Helen Vendler: The Poem Unfolded

By Cole, Henri | Humanities, May/June 2004 | Go to article overview

Helen Vendler: The Poem Unfolded


Cole, Henri, Humanities


An Appreciation by Henri Cole

WHEN I THINK OF HELEN VENDLER, I think of her listening-listening to a seminar student explicate "When Lilacs Last in the Dooryard Bloom'd"; listening to Wagner's opera of immolation and love, The Ring Cycle; listening to new poems by Lucie Brock-Broido or Seamus Heaney at Harvard's Lamont Library; listening to the somber green water splash in the Giudecca canal; listening to the carnal and bloody acts of Hamlet; and listening to me-on the other end of the telephone line-report the latest treachery of my mother's body.

Long before I was Helen's colleague, I met her on the pages of Part of Nature, Part of Us, a collection of criticism which takes its title from Wallace Stevens (her titles are often borrowed from poets). I was a first-year graduate student at Columbia University and bought her book at the beautiful old Scribner's bookshop, now gone, on Fifth Avenue in Manhattan. It was 1980, when bookstores still put poetry criticism on their front shelves beside bestselling fiction.

A friend calls Helen Vendler an "institution," because her voice as a critic carries so much authority, but that seems too imposing for the person who drives a Honda, is capable of sewing her own formal dresses, and, for the first decade of her academic career, moved nearly every other year, a single mother, frightened and worried about her prospects. And "institution" seems too grand for the person who at twenty-two hitch-hiked from Belgium to Bayreuth, Germany, for the opera festival, because she had no money left after buying her tickets. Or for the stranger who once drove a young family, asking for directions in Harvard Square, to the Kennedy Library for the day. Or for the woman undertaking endless ordinary academic labors out of a sense of duty (and protectiveness of the decent whose lives are often at issue).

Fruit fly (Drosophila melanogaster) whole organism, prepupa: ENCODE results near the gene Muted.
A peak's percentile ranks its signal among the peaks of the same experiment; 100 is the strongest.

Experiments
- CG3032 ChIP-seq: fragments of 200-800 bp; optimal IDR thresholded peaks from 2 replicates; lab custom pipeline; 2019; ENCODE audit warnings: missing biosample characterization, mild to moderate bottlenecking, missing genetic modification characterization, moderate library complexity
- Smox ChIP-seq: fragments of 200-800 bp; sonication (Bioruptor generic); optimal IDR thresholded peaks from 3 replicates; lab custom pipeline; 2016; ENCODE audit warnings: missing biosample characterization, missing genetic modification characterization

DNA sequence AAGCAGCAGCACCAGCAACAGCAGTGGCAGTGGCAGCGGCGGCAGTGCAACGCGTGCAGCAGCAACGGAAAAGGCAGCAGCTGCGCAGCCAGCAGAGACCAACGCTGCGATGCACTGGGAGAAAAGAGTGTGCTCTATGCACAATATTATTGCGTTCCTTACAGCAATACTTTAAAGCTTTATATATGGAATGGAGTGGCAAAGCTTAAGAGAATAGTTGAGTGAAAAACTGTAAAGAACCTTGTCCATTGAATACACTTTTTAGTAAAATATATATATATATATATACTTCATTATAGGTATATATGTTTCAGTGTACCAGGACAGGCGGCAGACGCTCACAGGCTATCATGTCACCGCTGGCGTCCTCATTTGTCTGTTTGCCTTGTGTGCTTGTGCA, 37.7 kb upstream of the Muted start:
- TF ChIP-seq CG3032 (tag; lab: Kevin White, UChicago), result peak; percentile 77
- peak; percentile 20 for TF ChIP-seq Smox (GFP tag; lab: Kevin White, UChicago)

Born Helen Hennessy in Boston, the middle child of three siblings, she was a daughter of teachers: her father taught Romance languages in high school and her mother taught primary school until she married and was forbidden to continue. So teaching always seemed to Helen like the great happy thing to do, the thing her own mother had been robbed of. Unhappy with the way literature was taught at the Roman Catholic school for women she attended, she majored in chemistry; later, she decided to get a PhD in English, and, after a year as a special student at Boston University, was admitted to the Harvard English department, where she wrote her dissertation on Yeats. Helen married the late Zeno Vendler, a philosopher, with whom she had a son, today a Los Angeles attorney; but she continued teaching, too, moving from Cornell to Swarthmore, to Haverford, to Smith, to Boston University, and finally to Harvard, where she joined the faculty in 1981, and in 1990 was given the title of A. Kingsley Porter University Professor. Along the way, she has taught many NEH summer seminars for college and high school teachers, and since 1972, has often lectured at the Yeats International Summer School in Sligo, Ireland.

Helen writes to explain things to herself, she says. And she has been writing books for forty years. They include Yeats's Vision and the Later Plays (1963); On Extended Wings: Wallace Stevens' Longer Poems (1969), which was awarded the James Russell Lowell Prize of the MLA; The Poetry of George Herbert (1975); The Odes of John Keats (1983); Wallace Stevens: Words Chosen Out of Desire (1984); The Given and the Made (1995); The Breaking of Style (1995); The Art of Shakespeare's Sonnets (1997); Seamus Heaney (1998); and Coming of Age as a Poet (2003). Her essays have been collected in three volumes: Pan of Nature, Part of Us (1980), which received the National Book Critics Circle Award in Criticism in 1981; The Music of What Happens (1988); and Soul Says (1995); and she has written a textbook and anthology, Poems, Poets, Poetry (1995).

In the domain of literary criticism, the pendulum is always swinging between text (with an emphasis on language and aesthetics) and context (with an emphasis on race, class, gender, etc. …

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